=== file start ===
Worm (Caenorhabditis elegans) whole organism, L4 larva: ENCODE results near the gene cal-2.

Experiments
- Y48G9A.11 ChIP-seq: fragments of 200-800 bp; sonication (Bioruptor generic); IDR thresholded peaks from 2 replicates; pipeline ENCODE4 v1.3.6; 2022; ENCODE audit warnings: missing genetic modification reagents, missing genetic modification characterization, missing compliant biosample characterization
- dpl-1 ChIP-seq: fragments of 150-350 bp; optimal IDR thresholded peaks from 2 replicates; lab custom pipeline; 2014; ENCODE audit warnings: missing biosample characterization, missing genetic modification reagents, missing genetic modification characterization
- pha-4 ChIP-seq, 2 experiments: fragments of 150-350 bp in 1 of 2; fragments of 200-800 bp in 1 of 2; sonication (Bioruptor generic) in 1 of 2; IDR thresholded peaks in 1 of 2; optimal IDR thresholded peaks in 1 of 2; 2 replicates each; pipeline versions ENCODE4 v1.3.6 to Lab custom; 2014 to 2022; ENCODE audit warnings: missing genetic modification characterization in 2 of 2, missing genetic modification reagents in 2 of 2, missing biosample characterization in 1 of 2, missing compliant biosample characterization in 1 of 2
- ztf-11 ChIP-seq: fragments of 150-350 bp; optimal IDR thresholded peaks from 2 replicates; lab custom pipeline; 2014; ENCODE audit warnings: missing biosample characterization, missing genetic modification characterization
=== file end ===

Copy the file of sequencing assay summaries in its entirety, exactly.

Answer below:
Worm (Caenorhabditis elegans) whole organism, L4 larva: ENCODE results near the gene cal-2.

Experiments
- Y48G9A.11 ChIP-seq: fragments of 200-800 bp; sonication (Bioruptor generic); IDR thresholded peaks from 2 replicates; pipeline ENCODE4 v1.3.6; 2022; ENCODE audit warnings: missing genetic modification reagents, missing genetic modification characterization, missing compliant biosample characterization
- dpl-1 ChIP-seq: fragments of 150-350 bp; optimal IDR thresholded peaks from 2 replicates; lab custom pipeline; 2014; ENCODE audit warnings: missing biosample characterization, missing genetic modification reagents, missing genetic modification characterization
- pha-4 ChIP-seq, 2 experiments: fragments of 150-350 bp in 1 of 2; fragments of 200-800 bp in 1 of 2; sonication (Bioruptor generic) in 1 of 2; IDR thresholded peaks in 1 of 2; optimal IDR thresholded peaks in 1 of 2; 2 replicates each; pipeline versions ENCODE4 v1.3.6 to Lab custom; 2014 to 2022; ENCODE audit warnings: missing genetic modification characterization in 2 of 2, missing genetic modification reagents in 2 of 2, missing biosample characterization in 1 of 2, missing compliant biosample characterization in 1 of 2
- ztf-11 ChIP-seq: fragments of 150-350 bp; optimal IDR thresholded peaks from 2 replicates; lab custom pipeline; 2014; ENCODE audit warnings: missing biosample characterization, missing genetic modification characterization